A Feminist Achievement or More Israeli Militarism?

Tsafi Saar
Tsafi Saar
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Yesh Atid's lawmaker Orna Barbivai, in 2019.
Tsafi Saar
Tsafi Saar

The appointment of MK Orna Barbivai as the head of the Knesset Foreign Affairs and Defense Committee is a landmark event. For the first time in Israel, a woman will lead this important committee.

Barbivai, a legislator from Yair Lapid’s Yesh Atid party and a retired major general, headed the Israel Defense Forces’ Manpower Directorate. Should the appointment of a woman who is part of the flesh and blood of the defense establishment be considered a feminist achievement? A shattering of the glass ceiling? What significance does such an appointment have?

Especially these days, when some people ensure that the flames keep burning, we should ask whether any changes in the committee’s policy are to be expected. Will there be a change in the way decisions are made, and in the nature of these decisions?

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“Barbivai said on the day she was appointed to head the committee: ‘I believe as a woman that this is an opportunity to say to other women watching us that there is no role a woman can’t fill,’” says Prof. Orna Sasson-Levy, an expert on militarism and gender and an adviser to the president of Bar-Ilan University on gender issues.

“From this perspective, this is surely another achievement for women. I’m not sure it should be called a feminist achievement, but it’s a case of another broken glass ceiling, one called militarism, which usually involves a very tight link between masculinity and anything associated with defense issues. In Israel, this link is so tight that it’s hard to breach it; it’s very difficult for women to advance in the army and other defense-related organizations.

“Female representation among the top brass is so poor that the number of women colonels can be counted on one hand. So it’s obvious that the choice of Barbivai to a civilian post responsible for the oversight of defense issues is a significant achievement merely because she’s a woman.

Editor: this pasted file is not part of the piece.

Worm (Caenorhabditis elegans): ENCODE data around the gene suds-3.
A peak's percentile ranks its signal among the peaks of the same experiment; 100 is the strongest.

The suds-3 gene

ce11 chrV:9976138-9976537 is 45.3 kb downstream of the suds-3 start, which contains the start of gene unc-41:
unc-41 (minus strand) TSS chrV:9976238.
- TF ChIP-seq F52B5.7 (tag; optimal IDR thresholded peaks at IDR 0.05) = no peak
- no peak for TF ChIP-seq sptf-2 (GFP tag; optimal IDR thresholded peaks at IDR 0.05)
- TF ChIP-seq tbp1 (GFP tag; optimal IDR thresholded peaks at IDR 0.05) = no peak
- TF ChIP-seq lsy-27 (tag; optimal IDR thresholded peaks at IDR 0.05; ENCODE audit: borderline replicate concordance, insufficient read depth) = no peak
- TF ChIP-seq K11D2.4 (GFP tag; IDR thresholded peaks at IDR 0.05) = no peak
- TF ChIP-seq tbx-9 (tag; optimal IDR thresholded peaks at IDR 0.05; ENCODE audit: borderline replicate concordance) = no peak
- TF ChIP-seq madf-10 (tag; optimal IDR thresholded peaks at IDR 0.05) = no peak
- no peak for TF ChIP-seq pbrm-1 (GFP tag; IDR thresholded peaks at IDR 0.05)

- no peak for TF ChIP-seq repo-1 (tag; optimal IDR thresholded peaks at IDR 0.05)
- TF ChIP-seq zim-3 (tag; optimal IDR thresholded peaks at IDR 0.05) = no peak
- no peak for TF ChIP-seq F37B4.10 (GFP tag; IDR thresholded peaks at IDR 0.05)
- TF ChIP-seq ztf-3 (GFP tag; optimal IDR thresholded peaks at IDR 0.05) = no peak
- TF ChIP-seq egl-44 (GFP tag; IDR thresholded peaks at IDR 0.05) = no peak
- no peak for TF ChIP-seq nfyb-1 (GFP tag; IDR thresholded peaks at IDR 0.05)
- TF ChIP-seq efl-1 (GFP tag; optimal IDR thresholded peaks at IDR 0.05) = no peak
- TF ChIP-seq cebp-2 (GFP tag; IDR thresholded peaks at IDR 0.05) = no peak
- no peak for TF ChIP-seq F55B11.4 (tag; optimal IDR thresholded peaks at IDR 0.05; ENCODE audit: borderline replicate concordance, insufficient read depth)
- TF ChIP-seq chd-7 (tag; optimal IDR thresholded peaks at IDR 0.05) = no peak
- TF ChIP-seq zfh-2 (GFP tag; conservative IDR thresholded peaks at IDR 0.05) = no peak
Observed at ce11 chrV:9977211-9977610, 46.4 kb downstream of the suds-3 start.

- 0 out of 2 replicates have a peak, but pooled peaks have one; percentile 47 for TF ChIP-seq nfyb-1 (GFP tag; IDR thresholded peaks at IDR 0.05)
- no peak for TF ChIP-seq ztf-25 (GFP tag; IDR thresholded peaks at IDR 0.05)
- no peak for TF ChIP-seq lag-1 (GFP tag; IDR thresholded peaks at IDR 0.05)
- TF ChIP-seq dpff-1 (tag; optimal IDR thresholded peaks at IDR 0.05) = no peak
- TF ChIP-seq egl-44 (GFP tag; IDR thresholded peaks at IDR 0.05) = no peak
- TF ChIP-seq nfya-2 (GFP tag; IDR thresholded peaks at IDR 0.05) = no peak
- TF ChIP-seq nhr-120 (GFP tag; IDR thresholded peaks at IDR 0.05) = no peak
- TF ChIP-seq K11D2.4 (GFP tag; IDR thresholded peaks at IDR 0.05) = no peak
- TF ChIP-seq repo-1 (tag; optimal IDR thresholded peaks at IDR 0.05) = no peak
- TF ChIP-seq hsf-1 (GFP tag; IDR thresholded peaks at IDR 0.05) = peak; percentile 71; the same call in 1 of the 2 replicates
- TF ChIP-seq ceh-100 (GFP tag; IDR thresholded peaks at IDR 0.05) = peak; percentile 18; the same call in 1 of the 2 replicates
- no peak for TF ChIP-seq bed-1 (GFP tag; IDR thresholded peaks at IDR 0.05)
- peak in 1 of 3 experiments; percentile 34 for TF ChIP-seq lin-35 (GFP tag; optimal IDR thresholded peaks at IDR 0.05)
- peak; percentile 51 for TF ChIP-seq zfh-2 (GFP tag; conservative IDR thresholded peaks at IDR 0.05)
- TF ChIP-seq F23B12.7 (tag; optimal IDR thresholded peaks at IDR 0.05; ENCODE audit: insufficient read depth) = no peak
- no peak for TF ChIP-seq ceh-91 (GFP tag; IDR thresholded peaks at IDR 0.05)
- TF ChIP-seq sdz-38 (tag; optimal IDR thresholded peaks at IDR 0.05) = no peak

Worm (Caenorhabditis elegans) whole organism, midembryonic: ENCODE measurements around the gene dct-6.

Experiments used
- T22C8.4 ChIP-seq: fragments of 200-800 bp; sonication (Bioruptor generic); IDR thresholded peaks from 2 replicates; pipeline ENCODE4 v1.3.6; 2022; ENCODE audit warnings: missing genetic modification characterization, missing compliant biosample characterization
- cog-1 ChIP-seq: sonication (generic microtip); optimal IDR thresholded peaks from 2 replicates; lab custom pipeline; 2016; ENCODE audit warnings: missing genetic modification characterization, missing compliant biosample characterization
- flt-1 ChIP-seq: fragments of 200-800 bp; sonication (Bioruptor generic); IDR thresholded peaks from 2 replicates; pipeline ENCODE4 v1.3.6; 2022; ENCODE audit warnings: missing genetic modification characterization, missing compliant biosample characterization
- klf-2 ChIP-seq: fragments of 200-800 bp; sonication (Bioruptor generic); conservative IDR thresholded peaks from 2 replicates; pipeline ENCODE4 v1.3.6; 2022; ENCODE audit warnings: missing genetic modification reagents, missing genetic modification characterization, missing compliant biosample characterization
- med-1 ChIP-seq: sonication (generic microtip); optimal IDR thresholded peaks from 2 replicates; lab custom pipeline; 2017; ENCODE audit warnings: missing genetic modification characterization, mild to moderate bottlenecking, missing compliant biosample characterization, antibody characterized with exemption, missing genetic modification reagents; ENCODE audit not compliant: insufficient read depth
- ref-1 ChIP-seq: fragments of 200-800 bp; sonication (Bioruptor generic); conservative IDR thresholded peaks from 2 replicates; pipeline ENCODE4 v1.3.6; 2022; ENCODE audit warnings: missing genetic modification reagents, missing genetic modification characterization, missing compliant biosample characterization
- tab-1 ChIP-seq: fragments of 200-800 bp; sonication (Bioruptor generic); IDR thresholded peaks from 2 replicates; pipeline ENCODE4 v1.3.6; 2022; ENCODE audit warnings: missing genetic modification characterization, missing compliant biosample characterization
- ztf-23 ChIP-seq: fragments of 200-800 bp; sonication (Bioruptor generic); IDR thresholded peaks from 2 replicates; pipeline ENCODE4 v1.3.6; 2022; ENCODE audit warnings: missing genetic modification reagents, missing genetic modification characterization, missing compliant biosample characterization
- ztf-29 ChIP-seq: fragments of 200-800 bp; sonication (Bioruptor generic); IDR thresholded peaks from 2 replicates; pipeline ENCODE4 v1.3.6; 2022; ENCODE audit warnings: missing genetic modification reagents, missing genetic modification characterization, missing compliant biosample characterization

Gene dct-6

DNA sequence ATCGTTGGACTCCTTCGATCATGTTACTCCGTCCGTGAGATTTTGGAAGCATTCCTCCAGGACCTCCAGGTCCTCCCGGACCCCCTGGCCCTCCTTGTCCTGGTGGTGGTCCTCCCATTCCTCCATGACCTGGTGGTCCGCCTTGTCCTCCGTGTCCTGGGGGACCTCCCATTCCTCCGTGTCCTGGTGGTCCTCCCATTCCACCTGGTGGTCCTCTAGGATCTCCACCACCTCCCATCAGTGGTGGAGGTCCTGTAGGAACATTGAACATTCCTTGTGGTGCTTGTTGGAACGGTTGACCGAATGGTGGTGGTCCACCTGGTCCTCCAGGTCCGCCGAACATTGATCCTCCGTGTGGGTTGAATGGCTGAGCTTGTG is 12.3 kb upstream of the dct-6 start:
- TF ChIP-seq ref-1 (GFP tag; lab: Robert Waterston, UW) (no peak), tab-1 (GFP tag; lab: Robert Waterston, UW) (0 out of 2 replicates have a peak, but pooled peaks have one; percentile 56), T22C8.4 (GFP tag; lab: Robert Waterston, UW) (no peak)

“Given that, is this a feminist achievement? For me, an achievement would be the choosing of a woman who brings nonmilitary thinking to the system, or if the oversight of defense organizations is done from a civilian, not a military perspective. Since Barbivai comes from the very heart of a military system, I’m not sure she can provide a different mode of thought that can change the committee’s policies.

“On the contrary, it’s possible that precisely because she’s a token – a fig leaf implying the advancement of women, the sole one in a field of men, the only woman who’s managed to reach such a position – she’ll have to tread with great caution and act just as her predecessors did in order to amass power, authority and faith in her abilities.”

So does this mean that a woman who reaches senior positions adopts male patterns of behavior?

“I’m not concerned that she’s adopted male patterns, but that over the years she’s adopted military modes of thinking,” Sasson-Levy says. As we all know, it’s hard to shake off such patterns. So I assume that she’ll be as good or bad in that role just as any man would be. But if we have no expectations of a different style, a civilian and critical one – and we do – it’s better for a woman to fill the role, as she herself said, since ‘there is no role a woman can’t fill.”

Sasson-Levy adds that for her, a key challenge facing this committee, “aside from issues of budgets and so on, is the ability to distinguish between true security threats and fabricated or inflated ones designed to serve political agendas, and to shape policies based on such a distinction.”

From the perspective of liberal feminism, which focuses on equality based on the belief that women can do anything men do, we can welcome the first appointment of its kind. From the perspective of radical feminism, which tries to change the entire system from its roots while disputing the assumption that the masculine model should be emulated, this is a less-impressive achievement.

But on the long road ahead, such appointments are necessary, mainly as an initial phase, so that there are women among the decision-makers. This will pave the way for ensuring the possibility of change. The fact that we’re only at such an early phase underscores what a long way there is to go.

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